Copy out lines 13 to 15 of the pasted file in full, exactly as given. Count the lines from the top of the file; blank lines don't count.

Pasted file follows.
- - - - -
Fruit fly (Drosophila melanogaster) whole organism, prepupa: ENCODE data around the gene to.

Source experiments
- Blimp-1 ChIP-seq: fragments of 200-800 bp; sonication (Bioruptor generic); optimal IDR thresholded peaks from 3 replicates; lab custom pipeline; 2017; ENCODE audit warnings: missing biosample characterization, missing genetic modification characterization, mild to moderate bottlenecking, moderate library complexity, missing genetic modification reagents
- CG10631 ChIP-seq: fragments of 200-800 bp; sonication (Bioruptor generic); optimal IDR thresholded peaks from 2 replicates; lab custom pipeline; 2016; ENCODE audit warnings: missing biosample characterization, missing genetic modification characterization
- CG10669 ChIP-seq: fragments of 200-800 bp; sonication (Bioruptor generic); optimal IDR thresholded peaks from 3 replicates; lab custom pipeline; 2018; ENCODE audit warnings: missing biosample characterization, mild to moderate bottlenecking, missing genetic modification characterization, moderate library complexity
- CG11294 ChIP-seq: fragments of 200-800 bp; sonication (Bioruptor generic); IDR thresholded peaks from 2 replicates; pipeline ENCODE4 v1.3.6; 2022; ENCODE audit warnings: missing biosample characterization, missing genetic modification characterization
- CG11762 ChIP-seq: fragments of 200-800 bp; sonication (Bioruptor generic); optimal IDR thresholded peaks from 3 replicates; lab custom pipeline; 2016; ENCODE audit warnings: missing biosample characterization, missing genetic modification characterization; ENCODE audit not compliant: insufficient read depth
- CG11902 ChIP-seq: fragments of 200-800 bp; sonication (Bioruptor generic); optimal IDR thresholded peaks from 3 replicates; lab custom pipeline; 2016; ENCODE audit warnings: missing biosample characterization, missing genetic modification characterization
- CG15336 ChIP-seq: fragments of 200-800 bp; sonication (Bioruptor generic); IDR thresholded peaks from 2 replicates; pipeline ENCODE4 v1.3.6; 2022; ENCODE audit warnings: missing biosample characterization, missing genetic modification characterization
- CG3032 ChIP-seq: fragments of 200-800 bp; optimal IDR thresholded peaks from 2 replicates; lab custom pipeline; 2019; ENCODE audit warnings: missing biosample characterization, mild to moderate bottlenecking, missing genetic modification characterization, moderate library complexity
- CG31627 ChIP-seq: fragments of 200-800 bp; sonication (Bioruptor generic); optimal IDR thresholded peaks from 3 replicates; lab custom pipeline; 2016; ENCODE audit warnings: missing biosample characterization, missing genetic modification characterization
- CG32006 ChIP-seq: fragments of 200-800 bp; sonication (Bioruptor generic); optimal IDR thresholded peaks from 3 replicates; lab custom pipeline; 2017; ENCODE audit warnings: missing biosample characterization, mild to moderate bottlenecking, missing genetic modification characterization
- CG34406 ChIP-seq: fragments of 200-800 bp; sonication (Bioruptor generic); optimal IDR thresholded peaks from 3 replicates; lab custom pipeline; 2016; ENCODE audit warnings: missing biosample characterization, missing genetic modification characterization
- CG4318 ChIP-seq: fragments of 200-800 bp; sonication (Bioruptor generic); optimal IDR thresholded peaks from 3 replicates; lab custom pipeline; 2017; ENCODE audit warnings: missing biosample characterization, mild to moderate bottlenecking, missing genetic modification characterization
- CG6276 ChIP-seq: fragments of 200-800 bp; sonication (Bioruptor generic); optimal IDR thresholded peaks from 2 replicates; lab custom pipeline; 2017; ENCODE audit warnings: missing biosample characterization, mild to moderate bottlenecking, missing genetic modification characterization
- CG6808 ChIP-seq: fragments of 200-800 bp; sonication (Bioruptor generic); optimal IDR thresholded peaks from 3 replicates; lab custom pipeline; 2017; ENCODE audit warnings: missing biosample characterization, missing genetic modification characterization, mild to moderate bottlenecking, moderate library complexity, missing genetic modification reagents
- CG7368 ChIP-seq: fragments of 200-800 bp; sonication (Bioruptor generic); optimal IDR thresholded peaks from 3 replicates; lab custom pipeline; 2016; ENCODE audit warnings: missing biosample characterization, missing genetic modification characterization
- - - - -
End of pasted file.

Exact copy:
- CG34406 ChIP-seq: fragments of 200-800 bp; sonication (Bioruptor generic); optimal IDR thresholded peaks from 3 replicates; lab custom pipeline; 2016; ENCODE audit warnings: missing biosample characterization, missing genetic modification characterization
- CG4318 ChIP-seq: fragments of 200-800 bp; sonication (Bioruptor generic); optimal IDR thresholded peaks from 3 replicates; lab custom pipeline; 2017; ENCODE audit warnings: missing biosample characterization, mild to moderate bottlenecking, missing genetic modification characterization
- CG6276 ChIP-seq: fragments of 200-800 bp; sonication (Bioruptor generic); optimal IDR thresholded peaks from 2 replicates; lab custom pipeline; 2017; ENCODE audit warnings: missing biosample characterization, mild to moderate bottlenecking, missing genetic modification characterization